Sleevey Wonders, owned by R&A Synergy (“R&A”), filed a copyright and trade dress infringement lawsuit against Spanx recently. R&A claims that Spanx released a new line of undergarments almost identical to their own Sleevey Wonders product after ordering the garments a few years ago.

R&A founder Ruthann Greenblat came up with the idea of Sleevey Wonders to introduce a sleeved undergarment, meant for layering underneath strapless or sleeveless dresses and tops, to the fashion industry. R&A argues that “no such category of garment existed,” before Sleevey Wonders was released in 2011.

Copycat designs

In May 2013, R&A received an order from Jillian Doyle, Assistant to Sara Blakely, CEO of Spanx. Doyle ordered two Sleevey Wonders undergarments and had her purchase shipped to the company's headquarters in Georgia.

In 2016, R&A attempted to follow-up with Spanx about the potential of a partnership. Their lawyers reached out to Leslie Slavich, Spanx's General Counsel, to see if the giant hosiery brand had any interest in pursuing a partnership deal with R&A. Slavich never responded.

Not only is Spanx accused of copying the Sleevey Wonders' design, but R&A also argues that the company has stolen key elements from their brand's marketing campaign. Sleevey Wonders' hangtag, which features their undergarments being worn by paper dolls, was also copied by Spanx.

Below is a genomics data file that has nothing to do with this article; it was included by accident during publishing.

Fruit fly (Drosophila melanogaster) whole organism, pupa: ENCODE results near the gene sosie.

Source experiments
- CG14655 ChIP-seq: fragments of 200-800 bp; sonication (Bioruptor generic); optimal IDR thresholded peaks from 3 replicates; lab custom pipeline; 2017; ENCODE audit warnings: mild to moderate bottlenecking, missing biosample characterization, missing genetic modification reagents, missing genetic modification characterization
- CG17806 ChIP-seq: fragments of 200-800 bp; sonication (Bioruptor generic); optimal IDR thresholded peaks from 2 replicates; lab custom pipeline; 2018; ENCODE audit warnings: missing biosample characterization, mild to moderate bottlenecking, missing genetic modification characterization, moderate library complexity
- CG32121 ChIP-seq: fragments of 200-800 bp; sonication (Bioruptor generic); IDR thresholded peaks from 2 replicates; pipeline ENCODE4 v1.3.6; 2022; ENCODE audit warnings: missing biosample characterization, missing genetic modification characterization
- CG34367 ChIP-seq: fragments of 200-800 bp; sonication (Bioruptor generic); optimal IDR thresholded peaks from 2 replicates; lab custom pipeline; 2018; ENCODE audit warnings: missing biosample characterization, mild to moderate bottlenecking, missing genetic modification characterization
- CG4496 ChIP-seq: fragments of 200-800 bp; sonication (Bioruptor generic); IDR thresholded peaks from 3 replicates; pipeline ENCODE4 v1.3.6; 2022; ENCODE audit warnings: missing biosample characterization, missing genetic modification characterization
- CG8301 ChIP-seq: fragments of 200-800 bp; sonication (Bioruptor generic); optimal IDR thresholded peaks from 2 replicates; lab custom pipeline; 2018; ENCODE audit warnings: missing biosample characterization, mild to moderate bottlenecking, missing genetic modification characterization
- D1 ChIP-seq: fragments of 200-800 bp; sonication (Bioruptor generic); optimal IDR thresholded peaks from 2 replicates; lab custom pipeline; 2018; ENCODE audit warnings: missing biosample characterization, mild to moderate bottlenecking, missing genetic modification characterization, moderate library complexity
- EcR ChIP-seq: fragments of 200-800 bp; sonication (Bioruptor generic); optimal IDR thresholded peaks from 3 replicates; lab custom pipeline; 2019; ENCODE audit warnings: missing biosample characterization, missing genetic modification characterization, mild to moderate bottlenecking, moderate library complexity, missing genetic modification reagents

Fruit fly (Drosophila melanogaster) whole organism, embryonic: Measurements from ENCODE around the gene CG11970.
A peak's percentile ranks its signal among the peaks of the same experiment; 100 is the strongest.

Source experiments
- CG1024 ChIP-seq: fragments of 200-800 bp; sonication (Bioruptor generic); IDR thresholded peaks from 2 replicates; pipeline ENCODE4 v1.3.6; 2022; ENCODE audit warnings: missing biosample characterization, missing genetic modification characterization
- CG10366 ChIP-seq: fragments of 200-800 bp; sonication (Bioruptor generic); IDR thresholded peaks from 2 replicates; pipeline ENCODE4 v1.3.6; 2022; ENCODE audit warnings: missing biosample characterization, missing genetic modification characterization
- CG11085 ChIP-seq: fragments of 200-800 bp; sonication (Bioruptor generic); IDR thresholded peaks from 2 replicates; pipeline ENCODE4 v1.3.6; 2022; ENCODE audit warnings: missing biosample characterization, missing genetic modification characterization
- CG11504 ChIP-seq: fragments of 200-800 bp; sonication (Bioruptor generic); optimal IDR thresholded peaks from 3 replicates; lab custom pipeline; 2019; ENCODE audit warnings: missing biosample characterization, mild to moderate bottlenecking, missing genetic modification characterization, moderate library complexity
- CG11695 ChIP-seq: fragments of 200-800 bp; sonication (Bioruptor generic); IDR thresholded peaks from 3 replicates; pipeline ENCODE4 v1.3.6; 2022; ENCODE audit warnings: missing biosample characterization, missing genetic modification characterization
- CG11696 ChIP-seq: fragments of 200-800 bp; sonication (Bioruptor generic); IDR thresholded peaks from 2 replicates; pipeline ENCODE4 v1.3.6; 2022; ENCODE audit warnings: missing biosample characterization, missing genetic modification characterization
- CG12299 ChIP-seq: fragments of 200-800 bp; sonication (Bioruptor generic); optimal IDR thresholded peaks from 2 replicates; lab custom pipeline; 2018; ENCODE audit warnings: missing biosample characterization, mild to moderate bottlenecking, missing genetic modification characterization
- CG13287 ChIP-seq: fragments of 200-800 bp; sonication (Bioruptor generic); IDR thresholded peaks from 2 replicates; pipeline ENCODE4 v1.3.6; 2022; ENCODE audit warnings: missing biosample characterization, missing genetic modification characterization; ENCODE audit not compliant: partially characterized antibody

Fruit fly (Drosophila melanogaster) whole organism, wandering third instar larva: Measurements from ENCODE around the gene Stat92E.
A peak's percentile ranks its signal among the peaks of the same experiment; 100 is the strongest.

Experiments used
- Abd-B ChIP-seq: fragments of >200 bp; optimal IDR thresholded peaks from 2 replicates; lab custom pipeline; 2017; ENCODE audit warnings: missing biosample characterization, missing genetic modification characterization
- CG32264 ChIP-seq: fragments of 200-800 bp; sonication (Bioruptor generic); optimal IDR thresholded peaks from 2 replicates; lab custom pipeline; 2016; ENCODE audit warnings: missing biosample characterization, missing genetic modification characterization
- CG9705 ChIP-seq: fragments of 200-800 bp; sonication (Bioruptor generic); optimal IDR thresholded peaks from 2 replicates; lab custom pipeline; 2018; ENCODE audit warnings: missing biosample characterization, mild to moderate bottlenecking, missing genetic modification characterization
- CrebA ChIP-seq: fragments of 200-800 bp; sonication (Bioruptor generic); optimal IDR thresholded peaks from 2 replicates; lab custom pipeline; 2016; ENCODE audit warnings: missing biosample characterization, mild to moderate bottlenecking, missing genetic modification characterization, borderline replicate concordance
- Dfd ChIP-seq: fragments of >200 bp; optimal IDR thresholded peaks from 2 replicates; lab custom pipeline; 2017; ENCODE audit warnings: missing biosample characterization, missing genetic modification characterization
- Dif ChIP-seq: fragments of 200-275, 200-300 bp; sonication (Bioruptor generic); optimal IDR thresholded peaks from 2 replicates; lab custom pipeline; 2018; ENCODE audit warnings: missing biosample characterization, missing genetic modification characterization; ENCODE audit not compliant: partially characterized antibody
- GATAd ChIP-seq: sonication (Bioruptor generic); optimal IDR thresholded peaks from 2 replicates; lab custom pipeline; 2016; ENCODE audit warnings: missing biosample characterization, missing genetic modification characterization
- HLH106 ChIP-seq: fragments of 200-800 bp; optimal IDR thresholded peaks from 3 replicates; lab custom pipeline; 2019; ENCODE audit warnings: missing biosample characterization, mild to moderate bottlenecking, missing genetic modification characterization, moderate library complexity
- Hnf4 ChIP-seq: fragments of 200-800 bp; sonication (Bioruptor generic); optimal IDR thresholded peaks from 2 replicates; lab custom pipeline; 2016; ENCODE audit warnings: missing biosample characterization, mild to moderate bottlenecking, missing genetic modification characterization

This marketing design is copyright-protected and also part of the lawsuit.

In addition, the company also alleges that their product benefits bulleted list was also copied by Spanx, as well as their slogan. Sleevey Wonders uses the phrase "Made in the USA with love" while Spanx is currently using "#Madewithlove" as their advertising slogan.

To add insult to injury, Sara Blakely stated on "Good Morning America" that she invented the concept of the tight arms undergarment. R&A is suing for monetary compensation and injunctive relief, which would require Spanx to stop selling their tight arms product immediately.

Court battles

This is not the first time Spanx has been dragged into a federal court for stealing a design.

In 2013, Yummie Tummie filed a patent infringement lawsuit against the company for copying several of their designs.

If the parties refuse to settle out of court, it may be a difficult legal battle for R&A. Copyright laws are in place to protect the original expression of ideas, but not the idea itself. The paper dolls marketing campaign and the product benefits list may not be protected under the current copyright laws.

Spanx has refused to comment on the lawsuit at this point.